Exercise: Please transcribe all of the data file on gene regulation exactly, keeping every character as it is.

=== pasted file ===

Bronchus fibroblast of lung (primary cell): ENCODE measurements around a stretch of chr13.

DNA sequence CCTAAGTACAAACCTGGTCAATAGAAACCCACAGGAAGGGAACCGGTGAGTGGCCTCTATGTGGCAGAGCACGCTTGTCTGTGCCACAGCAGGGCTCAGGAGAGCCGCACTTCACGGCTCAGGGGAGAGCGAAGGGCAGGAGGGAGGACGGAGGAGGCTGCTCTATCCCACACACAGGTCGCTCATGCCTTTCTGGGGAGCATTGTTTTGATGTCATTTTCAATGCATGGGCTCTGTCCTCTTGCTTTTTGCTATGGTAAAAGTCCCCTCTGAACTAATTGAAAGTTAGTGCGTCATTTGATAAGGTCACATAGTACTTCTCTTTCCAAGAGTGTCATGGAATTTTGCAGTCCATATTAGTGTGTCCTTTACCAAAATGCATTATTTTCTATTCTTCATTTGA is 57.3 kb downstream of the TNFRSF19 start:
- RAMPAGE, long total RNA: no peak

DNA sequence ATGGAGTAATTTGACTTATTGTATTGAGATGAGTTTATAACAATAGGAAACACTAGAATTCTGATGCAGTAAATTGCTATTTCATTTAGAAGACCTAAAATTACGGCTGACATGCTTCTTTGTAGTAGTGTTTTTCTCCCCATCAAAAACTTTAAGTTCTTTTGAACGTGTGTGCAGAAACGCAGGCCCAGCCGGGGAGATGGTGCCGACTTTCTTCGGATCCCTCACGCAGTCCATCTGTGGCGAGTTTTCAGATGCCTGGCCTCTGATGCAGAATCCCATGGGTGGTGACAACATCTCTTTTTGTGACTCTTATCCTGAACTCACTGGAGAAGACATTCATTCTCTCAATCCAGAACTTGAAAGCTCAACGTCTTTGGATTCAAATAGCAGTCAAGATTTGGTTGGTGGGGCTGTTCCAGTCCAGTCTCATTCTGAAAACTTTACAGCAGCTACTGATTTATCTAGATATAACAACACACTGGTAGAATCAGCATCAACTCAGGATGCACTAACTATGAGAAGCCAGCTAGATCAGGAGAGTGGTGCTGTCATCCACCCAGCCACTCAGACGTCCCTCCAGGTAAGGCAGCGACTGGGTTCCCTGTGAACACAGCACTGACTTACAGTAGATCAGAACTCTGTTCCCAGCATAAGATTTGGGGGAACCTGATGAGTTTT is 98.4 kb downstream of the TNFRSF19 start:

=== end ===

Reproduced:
Bronchus fibroblast of lung (primary cell): ENCODE measurements around a stretch of chr13.

DNA sequence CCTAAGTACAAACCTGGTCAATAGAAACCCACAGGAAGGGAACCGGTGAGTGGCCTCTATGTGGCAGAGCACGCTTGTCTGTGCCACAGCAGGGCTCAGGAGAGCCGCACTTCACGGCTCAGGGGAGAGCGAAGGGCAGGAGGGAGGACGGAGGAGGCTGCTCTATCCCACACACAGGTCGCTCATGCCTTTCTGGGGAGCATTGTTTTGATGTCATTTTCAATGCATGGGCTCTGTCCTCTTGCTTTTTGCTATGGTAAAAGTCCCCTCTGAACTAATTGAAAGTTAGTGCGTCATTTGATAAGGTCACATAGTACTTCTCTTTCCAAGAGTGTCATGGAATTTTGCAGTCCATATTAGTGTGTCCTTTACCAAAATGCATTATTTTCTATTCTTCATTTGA is 57.3 kb downstream of the TNFRSF19 start:
- RAMPAGE, long total RNA: no peak

DNA sequence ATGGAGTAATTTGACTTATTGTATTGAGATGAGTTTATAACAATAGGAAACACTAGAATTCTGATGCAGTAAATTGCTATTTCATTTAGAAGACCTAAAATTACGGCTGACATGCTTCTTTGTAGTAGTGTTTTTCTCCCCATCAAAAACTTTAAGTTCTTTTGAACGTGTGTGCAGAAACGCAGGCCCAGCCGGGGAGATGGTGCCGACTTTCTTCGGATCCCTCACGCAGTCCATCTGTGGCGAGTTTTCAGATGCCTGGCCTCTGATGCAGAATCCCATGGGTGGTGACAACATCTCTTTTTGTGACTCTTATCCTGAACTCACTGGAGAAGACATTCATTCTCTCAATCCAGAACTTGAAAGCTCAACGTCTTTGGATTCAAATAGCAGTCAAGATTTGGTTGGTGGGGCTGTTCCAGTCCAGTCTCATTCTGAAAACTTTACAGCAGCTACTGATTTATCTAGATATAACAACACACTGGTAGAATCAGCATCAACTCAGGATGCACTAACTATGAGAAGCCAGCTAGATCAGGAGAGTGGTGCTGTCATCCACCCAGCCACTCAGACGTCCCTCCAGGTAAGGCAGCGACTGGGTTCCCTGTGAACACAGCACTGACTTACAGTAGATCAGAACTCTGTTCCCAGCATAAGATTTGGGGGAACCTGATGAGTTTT is 98.4 kb downstream of the TNFRSF19 start: